Howard is hitting .174 on the season, which ranks 188th out of 188 qualifying major league players. He has a .244 OBP (184th).

Although he’s hit a team-high eight home runs, Howard’s .657 OPS ranked 22nd out of 24 qualifying first baseman in baseball entering play on Tuesday.

Joseph, meanwhile, had as many hits on Tuesday as Howard has in the last two weeks. Joseph was hitting .347 with six home runs and a .981 OPS in 27 games at Triple-A Lehigh Valley prior to his promotion on Friday.

Mackanin said he will start Joseph against some right-handed pitchers simply to keep his bat sharp against them.

"I don’t want him to lose that edge," Mackanin said. "That was one of the things that happened to Ruf, that he didn’t get enough playing time to put a lot of at-bats together. I don’t want that to happen to him."

Mackanin may be showing some respect to Howard and his career in carefully answering questions on Tuesday night, but he was also plenty impressed with the new first baseman in the clubhouse, too.

"I like (Joseph’s) swing, he has a nice level swing," he said "Aggressive. He looks like he’s a pretty good hitter."

• Tommy Joseph had good timing with his first big league home run. Among those in attendance at Citizens Bank Park on Tuesday were his brother, his fiancée, and his parents. His parents are flying back to Arizona on Wednesday morning, so they were able to see his home run before getting out of town.

"It’s nice for them to be here and share this moment," Joseph said. "They’ve put a lot of work and effort to getting me in this situation, especially as a kid. I played growing up and they sacrificed a lot."

• Vince Velasquez became the first Phillies pitcher to record at least 10 strikeouts in five innings or fewer since Robert Person struck out 10 in five innings on April 28, 2000. Velasquez needed 74 pitches to get through the game's first three innings, however.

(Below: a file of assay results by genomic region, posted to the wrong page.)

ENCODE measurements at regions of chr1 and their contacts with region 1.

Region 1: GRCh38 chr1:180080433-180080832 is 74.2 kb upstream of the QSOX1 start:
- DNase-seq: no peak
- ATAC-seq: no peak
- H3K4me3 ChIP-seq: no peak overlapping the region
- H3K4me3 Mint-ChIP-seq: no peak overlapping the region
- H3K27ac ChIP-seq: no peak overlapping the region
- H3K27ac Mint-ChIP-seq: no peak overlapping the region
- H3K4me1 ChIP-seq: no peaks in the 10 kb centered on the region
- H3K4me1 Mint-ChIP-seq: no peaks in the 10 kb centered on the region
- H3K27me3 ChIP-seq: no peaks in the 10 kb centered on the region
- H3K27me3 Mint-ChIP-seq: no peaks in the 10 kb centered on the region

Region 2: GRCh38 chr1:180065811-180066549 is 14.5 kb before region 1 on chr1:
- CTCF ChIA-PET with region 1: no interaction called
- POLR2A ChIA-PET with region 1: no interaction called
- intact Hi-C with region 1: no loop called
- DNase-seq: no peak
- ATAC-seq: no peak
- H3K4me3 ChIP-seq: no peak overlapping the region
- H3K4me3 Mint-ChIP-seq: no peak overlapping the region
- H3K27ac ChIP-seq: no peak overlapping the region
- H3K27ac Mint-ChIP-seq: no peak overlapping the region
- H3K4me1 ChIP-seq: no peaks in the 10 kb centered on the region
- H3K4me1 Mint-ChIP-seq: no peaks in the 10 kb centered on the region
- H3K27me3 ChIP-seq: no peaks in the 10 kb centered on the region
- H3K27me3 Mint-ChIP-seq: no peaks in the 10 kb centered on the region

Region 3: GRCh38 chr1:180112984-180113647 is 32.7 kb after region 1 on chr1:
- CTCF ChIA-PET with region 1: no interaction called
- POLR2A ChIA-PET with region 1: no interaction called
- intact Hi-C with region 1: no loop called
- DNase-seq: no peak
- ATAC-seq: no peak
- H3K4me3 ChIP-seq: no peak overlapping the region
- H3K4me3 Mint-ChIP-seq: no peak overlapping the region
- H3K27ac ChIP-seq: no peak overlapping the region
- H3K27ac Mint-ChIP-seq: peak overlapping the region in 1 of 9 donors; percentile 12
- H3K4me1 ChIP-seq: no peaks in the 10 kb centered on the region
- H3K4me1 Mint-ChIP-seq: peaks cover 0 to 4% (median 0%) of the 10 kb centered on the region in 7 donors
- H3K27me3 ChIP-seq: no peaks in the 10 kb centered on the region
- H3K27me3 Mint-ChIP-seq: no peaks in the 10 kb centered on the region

In eight starts, Velasquez has pitched into the seventh inning just once this year.

"It's part of baseball, they're going to foul balls off, you're going to get into deep counts, you just have to put them away when you pick the right pitch and execute," Velasquez said of his five shutout innings that required 103 pitches. "There were times I could have put them away earlier. I kind of beat around the bush a little bit and (wasn't) as competitive as I wanted to (be)."

According to the Elias Sports Bureau, Velasquez became just the third Phillies pitcher in the last 30 years (since 1987) to record four starts in a season with at least five innings, no runs, and three or fewer hits. The others: Cliff Lee (who had four such games in 2011) and Kevin Millwood (four games, 2003).

• Carlos Ruiz reached a milestone that only three other catchers in the 134 years of Phillies baseball have ever reached: he played in his 1,000th career game at catcher for the team. The only other three catchers to catch 1,000 games for the Phillies: Mike Lieberthal (1,139 games from 1994-2006), Bob Boone (1,095 games, 1972-81), and Red Dooin (1,124 games, 1902-14). 

Ruiz is just the 48th player in baseball history to catch 1,000 or more games with one team. The only other active player is St. Louis's Yadier Molina (1,473 games).

The Phillies had cake and champagne in the clubhouse to celebrate Ruiz's feat after the game.

"It’s pretty neat to contribute and be a part of a win like that, especially for Chooch’s thousandth game, to be a part of that with a guy I’ve known for a few years," said Joseph, who spent a lot of time with Ruiz during spring training when he was a catcher.  "It’s just been awesome. You can’t say enough of how great of a teammate he is and how great of a guy he is. To be up here for his one thousandth game behind the dish, it’s pretty cool."

Follow Ryan on Twitter: @ryanlawrence21